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RCC Pool Referendum Unlikely in 2014

by Karen Goff January 9, 2014 at 9:00 am 3 Comments

Reston Community CenterA referendum on whether to build a new Reston Community Center facility is unlikely to happen in 2014, RCC Executive Director Leila Gordon says.

The board has been discussing the idea of adding a new recreation center with a 50-meter indoor pool with residents and consultants with Brailsford & Dunlavey since February of 2013. RCC’s current indoor pool, at Hunters Woods, is 35 years old and need of modernization, RCC’s board of governors says. The board has proposed building an additional pool and rec center at Baron Cameron Park or at the area known as Town Center North.

RCC had hoped to be able to present the idea to Small Tax District 5 voters this year. However, Gordon says there still needs to be three-to-six months of more discussion before the plan can move forward, which means if RCC decides to move forward it would not be put to a referendum vote by November. It also would not be cost-effective to hold a special ballot, she said.

“I think it will take the next several months to get an understanding of the best opportunity,” said Gordon. “Once we know roughly where it would be and who we would be partnering with, then we can talk about priorities.”

The Brailsford & Dunlavy analysis last June estimated a new pool facility would cost about $35-40 million if built at Baron Cameron Park on land provided at no cost from the Fairfax County Park Authority.  That plan was met with mixed reaction from the community. Many residents near Baron Cameron Park are against the facility nearby and many residents throughout Small Tax District 5, which supports RCC, are against building a facility for the public with Reston taxpayer money.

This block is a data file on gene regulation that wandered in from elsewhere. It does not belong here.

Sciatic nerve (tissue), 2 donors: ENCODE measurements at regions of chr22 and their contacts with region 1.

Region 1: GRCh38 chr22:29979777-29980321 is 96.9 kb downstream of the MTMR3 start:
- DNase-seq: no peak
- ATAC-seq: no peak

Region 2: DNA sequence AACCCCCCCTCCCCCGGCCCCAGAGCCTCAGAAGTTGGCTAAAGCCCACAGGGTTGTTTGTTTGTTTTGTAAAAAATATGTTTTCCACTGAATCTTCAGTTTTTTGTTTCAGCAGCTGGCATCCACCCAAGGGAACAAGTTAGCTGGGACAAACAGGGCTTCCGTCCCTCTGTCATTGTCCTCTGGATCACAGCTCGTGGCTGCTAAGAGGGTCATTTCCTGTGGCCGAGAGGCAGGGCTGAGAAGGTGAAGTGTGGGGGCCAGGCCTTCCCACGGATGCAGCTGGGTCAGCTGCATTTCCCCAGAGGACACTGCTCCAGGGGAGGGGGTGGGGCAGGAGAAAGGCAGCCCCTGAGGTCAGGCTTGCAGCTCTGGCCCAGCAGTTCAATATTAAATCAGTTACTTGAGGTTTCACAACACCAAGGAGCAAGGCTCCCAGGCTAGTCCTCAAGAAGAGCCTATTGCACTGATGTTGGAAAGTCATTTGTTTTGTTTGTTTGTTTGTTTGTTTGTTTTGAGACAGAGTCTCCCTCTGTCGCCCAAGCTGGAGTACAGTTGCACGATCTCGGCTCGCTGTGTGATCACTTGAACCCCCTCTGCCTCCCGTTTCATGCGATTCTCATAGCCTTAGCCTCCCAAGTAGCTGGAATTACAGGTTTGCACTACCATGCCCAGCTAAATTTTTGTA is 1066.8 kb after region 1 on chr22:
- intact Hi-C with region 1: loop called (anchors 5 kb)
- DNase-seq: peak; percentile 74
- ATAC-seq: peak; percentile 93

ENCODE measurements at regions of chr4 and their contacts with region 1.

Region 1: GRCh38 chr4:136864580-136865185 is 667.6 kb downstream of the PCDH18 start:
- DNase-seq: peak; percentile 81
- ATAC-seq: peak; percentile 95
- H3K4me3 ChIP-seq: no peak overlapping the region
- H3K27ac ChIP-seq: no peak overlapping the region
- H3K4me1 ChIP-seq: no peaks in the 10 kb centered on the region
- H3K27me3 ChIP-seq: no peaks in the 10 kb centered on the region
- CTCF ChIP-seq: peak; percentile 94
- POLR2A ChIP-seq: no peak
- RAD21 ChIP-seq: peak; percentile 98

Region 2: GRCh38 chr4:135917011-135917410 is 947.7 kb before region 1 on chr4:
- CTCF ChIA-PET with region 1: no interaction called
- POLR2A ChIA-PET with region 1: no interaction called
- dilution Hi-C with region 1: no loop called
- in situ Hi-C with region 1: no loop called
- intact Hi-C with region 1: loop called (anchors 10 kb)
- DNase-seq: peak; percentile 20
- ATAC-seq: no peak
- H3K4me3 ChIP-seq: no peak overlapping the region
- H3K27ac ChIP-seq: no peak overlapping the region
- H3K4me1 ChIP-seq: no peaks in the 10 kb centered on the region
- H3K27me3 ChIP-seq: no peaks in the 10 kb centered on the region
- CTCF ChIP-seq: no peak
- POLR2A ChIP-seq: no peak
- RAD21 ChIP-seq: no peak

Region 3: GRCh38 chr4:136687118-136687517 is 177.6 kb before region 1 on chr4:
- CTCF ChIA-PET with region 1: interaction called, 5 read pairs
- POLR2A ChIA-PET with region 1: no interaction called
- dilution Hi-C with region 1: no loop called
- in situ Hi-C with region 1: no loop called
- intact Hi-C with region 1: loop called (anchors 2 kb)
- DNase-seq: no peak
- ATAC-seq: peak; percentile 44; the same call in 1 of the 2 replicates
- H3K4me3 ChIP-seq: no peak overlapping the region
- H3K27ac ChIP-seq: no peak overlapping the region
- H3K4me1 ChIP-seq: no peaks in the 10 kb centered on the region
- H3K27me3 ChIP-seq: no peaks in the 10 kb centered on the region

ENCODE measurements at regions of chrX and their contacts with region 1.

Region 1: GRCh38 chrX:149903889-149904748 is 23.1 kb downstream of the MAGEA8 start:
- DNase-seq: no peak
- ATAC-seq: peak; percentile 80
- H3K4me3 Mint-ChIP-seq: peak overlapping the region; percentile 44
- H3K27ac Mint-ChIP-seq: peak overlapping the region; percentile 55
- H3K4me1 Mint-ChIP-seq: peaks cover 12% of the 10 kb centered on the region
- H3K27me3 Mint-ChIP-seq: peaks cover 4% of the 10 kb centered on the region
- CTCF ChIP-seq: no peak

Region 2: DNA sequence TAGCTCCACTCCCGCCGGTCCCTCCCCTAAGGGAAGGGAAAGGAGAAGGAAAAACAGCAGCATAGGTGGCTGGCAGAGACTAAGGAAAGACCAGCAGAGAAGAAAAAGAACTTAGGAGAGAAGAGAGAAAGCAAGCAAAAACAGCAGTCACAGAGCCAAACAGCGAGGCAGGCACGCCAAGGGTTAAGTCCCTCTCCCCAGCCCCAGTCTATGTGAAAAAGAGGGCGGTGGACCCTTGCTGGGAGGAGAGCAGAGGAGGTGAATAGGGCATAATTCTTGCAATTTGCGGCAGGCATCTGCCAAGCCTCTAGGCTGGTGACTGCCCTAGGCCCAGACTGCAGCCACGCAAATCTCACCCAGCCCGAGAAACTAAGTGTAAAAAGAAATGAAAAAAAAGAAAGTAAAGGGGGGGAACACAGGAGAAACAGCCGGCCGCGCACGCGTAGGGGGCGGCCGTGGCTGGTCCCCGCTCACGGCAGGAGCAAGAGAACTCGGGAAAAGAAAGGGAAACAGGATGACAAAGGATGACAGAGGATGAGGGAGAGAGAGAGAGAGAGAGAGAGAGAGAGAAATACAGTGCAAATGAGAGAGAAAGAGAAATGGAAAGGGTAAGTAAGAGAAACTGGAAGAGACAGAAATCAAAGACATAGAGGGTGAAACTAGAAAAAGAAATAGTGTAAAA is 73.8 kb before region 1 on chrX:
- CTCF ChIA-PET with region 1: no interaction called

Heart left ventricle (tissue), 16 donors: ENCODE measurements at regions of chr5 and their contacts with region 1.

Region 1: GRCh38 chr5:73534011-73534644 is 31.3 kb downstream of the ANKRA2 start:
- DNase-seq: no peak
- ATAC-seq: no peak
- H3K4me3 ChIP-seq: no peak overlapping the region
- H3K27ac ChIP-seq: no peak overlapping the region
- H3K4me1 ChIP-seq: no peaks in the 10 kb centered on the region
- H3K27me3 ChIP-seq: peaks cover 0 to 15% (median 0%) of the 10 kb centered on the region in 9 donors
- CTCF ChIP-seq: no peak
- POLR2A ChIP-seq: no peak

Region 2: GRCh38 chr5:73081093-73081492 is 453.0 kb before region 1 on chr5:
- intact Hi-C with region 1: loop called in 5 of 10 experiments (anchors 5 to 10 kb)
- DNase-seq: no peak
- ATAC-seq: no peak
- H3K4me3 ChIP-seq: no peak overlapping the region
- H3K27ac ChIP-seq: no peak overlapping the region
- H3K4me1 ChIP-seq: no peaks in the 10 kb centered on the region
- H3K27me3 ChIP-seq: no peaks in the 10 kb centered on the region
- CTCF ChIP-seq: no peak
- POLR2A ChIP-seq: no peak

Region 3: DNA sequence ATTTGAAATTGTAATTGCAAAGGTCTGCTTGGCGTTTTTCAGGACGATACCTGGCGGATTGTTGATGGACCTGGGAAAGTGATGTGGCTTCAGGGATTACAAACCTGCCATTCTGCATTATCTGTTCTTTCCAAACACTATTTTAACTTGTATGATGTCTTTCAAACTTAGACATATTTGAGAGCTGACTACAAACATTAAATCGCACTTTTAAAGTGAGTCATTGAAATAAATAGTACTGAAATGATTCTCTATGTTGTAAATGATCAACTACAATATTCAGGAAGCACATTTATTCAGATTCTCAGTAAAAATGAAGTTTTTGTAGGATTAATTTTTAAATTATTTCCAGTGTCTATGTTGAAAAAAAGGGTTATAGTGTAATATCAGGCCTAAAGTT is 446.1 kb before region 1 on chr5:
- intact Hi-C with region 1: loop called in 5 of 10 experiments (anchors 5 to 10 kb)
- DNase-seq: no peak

Gordon said one of the ideas coming out of a two-day RCC Board of Governors retreat last week was the need to examine pricing and cost recovery scenarios. RCC’s usage fees have remained lower than most area facilities, and phasing in increases over the next several years would allow for less of a tax burden on residents if the project proceeds.

RCC raised its aquatics center fees Sept. 1 — only the second time in 34 years that drop-in fees have risen.

RCC has been running for the last several years at a 13-15 percent cost recovery level, Gordon said. An ideal level would be 25 percent, she added. With more money available at the start of building the new project, the quicker RCC could recoup its expense. B & D estimates after five years there cost recovery level would still only be 50 percent (Reston resident rate structure) to 71 percent (Fairfax County resident rate structure).

Cost recovery can make or break a plan. In Arlington County, a proposal to build a $79 million multi-pool aquatics facility ($42 million of it from an approved 2012 county bond) is re-evaluating costs after an original operating deficit estimate of  $1 million to $1.3 million was recently upped to $3.8 million after construction bids came in much higher than anticipated.

“The situation at Long Bridge Park in Arlington illustrates perfectly that the longer you are undertaking a project, there is a larger potential for the scope of planning to outstrip your resources,” said Gordon. “The cost of construction goes up.”

Another unknown variable: FCPA’s Master Plan for Baron Cameron Park, which should be released later this month. The Park Authority said last spring it is ready for improvements and additions of many recreational amenities at the 68-acre park at Wiehle Avenue and Baron Cameron Avenue.

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